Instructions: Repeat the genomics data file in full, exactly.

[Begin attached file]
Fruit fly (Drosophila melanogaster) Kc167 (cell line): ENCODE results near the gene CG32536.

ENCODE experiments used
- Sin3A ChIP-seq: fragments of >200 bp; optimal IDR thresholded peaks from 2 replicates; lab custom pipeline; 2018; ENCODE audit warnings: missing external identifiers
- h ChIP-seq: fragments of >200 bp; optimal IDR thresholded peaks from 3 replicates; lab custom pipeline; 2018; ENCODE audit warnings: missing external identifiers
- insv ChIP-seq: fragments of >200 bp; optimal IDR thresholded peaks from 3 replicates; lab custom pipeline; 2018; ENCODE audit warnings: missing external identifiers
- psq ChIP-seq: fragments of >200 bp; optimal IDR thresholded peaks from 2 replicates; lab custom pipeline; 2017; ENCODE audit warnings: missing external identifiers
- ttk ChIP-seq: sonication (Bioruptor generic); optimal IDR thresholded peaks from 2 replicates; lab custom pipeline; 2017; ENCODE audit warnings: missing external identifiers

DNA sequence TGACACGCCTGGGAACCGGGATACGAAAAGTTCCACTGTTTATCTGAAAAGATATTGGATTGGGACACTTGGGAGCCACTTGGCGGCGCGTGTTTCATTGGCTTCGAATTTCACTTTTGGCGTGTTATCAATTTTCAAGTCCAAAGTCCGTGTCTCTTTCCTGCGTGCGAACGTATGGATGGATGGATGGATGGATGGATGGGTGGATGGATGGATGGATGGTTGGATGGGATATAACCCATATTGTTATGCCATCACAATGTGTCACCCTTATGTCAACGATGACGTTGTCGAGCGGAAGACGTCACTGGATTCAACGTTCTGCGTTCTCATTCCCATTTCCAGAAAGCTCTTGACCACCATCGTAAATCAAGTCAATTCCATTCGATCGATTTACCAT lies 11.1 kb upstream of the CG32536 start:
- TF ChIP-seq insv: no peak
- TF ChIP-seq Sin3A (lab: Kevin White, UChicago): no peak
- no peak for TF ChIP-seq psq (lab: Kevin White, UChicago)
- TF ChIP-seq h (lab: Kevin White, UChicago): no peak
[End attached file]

Fruit fly (Drosophila melanogaster) Kc167 (cell line): ENCODE results near the gene CG32536.

ENCODE experiments used
- Sin3A ChIP-seq: fragments of >200 bp; optimal IDR thresholded peaks from 2 replicates; lab custom pipeline; 2018; ENCODE audit warnings: missing external identifiers
- h ChIP-seq: fragments of >200 bp; optimal IDR thresholded peaks from 3 replicates; lab custom pipeline; 2018; ENCODE audit warnings: missing external identifiers
- insv ChIP-seq: fragments of >200 bp; optimal IDR thresholded peaks from 3 replicates; lab custom pipeline; 2018; ENCODE audit warnings: missing external identifiers
- psq ChIP-seq: fragments of >200 bp; optimal IDR thresholded peaks from 2 replicates; lab custom pipeline; 2017; ENCODE audit warnings: missing external identifiers
- ttk ChIP-seq: sonication (Bioruptor generic); optimal IDR thresholded peaks from 2 replicates; lab custom pipeline; 2017; ENCODE audit warnings: missing external identifiers

DNA sequence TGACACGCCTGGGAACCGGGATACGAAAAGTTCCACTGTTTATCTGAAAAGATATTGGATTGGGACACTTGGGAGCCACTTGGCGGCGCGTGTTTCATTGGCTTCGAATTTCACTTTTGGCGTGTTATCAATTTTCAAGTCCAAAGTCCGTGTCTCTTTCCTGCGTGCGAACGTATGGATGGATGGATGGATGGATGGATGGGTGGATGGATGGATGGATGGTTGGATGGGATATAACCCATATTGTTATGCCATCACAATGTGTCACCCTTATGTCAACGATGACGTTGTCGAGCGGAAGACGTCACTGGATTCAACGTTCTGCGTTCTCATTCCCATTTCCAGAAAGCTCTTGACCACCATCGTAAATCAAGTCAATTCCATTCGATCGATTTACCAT lies 11.1 kb upstream of the CG32536 start:
- TF ChIP-seq insv: no peak
- TF ChIP-seq Sin3A (lab: Kevin White, UChicago): no peak
- no peak for TF ChIP-seq psq (lab: Kevin White, UChicago)
- TF ChIP-seq h (lab: Kevin White, UChicago): no peak